Emory Heart Center cardiologist Nanette Wenger coauthored new guidelines for the prevention of cardiovascular disease (CVD) in women released recently by the American Heart Association (AHA). Published in Circulation: Journal of the American Heart Association , the recommendations call for individualized treatment linked to heart attack risk over 10 years.
Risk level is based on a standardized scoring method developed by the Framingham Heart Study. Low risk means a woman has less than a 10 percent chance of a heart attack in the next 10 years; intermediate risk is a 10 to 20 percent chance; and high risk is a 20 percent chance or greater.
"This is the first major, evidence-based approach to specific coronary prevention in women with recommendations based on an individual woman's level of risk," said Wenger, professor of medicine and chief of cardiology at Grady Hospital.
"These guidelines are different because they are based on a thorough, systematic review of the scientific data, which show sex does matter when it comes to cardiovascular disease," she continued. "They are truly a consensus of the clinical care community, created with input from representatives from 12 professional organizations and 22 cosponsors."
The new guidelines include a call for smoking cessation, regular physical activity, a heart-healthy diet and weight maintenance for all women. Aspirin, ACE inhibitors and beta-blockers are recommended for high-risk women, as is statin therapy even for individuals whose LDL ("bad") cholesterol levels are below 100 mg/dL. Niacin and fibrate therapies are given a strong recommendation for high-risk women with specific cholesterol abnormalities; some women should consider supplementation with omega-3 fatty acids and folic acid.
Blood pressure-lowering drugs are recommended when blood pressure is greater than or equal to 140/90. However, the new guidelines say blood pressure should be maintained at less than 130/80 when a woman has blood pressure-related target end-organ damage or diabetes. For stroke prevention, warfarin is recommended for women with atrial fibrillation and intermediate or high risk for embolic stroke. Individuals at risk for stroke who cannot take warfarin should be given aspirin.
The guidelines also say that women with diabetes should have their blood sugar carefully controlled, as defined by achieving near-normal glycosylated hemoglobin levels (less than 0.7 percent). Hormone therapy and antioxidant vitamin supplements are not recommended for CVD prevention for women at any level of risk. In addition, the new recommendations say women with cardiovascular disease should be evaluated for depression and treated or referred for treatment when indicated.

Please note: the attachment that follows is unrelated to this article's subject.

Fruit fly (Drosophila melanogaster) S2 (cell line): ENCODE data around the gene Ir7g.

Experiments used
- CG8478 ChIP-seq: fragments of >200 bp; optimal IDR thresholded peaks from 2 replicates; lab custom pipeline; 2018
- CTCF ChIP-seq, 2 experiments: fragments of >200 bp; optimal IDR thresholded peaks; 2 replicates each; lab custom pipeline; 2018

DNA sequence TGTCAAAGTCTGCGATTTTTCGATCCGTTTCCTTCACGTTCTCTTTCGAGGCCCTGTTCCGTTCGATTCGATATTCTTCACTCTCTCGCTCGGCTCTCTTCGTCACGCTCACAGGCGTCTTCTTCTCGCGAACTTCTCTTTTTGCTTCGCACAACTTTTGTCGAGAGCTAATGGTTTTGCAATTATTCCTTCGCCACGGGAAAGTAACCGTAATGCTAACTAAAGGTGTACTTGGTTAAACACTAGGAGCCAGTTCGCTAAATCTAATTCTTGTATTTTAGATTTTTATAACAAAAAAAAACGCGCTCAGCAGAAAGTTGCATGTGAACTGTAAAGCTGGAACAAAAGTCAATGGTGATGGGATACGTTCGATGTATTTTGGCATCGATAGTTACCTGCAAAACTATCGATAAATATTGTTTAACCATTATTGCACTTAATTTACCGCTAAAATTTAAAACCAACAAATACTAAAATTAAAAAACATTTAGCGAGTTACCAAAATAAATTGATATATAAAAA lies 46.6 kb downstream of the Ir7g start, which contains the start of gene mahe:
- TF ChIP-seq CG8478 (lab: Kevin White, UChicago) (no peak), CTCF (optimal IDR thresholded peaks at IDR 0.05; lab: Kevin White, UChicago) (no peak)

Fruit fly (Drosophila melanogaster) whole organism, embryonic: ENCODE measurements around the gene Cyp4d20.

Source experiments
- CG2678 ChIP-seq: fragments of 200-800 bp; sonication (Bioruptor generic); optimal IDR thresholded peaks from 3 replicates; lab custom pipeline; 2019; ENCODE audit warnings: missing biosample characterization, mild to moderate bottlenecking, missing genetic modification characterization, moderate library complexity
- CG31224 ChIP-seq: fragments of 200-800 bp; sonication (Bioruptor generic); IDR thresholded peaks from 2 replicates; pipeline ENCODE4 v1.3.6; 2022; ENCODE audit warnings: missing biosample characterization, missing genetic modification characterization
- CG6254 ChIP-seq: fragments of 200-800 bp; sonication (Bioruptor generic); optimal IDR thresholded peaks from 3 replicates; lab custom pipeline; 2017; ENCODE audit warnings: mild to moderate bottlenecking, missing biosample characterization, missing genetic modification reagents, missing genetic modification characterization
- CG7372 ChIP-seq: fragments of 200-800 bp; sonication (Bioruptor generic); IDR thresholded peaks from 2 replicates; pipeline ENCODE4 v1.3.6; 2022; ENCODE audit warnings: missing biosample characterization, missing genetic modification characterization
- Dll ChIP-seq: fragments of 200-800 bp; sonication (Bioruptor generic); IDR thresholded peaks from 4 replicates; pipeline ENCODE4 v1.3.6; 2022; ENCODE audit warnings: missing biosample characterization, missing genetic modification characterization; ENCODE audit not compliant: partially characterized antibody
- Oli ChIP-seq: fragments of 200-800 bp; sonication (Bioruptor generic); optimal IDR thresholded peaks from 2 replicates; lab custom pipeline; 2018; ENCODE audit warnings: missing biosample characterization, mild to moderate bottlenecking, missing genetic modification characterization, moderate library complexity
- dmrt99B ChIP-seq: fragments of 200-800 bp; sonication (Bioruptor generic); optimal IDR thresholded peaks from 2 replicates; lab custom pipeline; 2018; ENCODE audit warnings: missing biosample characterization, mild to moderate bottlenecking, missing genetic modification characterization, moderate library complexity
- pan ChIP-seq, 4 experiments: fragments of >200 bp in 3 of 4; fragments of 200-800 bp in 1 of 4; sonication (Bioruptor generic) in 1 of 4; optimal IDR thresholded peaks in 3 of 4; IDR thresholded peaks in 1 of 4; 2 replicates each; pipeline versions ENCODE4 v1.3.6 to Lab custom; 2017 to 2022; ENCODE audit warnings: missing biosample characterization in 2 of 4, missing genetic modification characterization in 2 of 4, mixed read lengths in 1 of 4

"Emerging data have displayed important sex-based differences in coronary heart disease (CHD)--its pathophysiology, clinical presentation, diagnostic strategies, response to therapies and adverse outcomes," Wenger wrote in the lead editorial titled, "You've Come a Long Way, Baby: Cardiovascular Health and Disease in Women, Problems and Prospects," which accompanies the new guidelines. "Exploration of sex-related differences in CHD provides a basis for clinical strategies to improve outcomes for women. The goal is the lessening of the sex-based disparities in morbidity and mortality rates for women."
Wenger said an AHA survey shows that although approximately 47 percent of women are aware of heart disease as a killer of women, only about 13 percent perceive it as a personal threat. In fact, cardiovascular disease claims more women's lives than the next seven causes of death combined--nearly 500,000 women's lives a year.
"Just as improvement is needed in the perception of women of their vulnerability to heart disease, increased attention also is needed by their treating physicians that symptoms of chest pain in women should be thoroughly evaluated," said Wenger, who was honored at the first Red Dress Awards in New York, created by Woman's Day magazine to honor leaders in the fight against heart disease.
"There are many things women and their physicians can do to reduce [CHD] risks, including lifestyle changes that can help prevent or control hypertension, high cholesterol and diabetes and, if needed, medication and other therapies," Wenger said. "The new AHA guidelines can be personalized depending on a woman's individual risk status. We believe these carefully documented guidelines can, in fact, help empower women to take control of their cardiovascular health."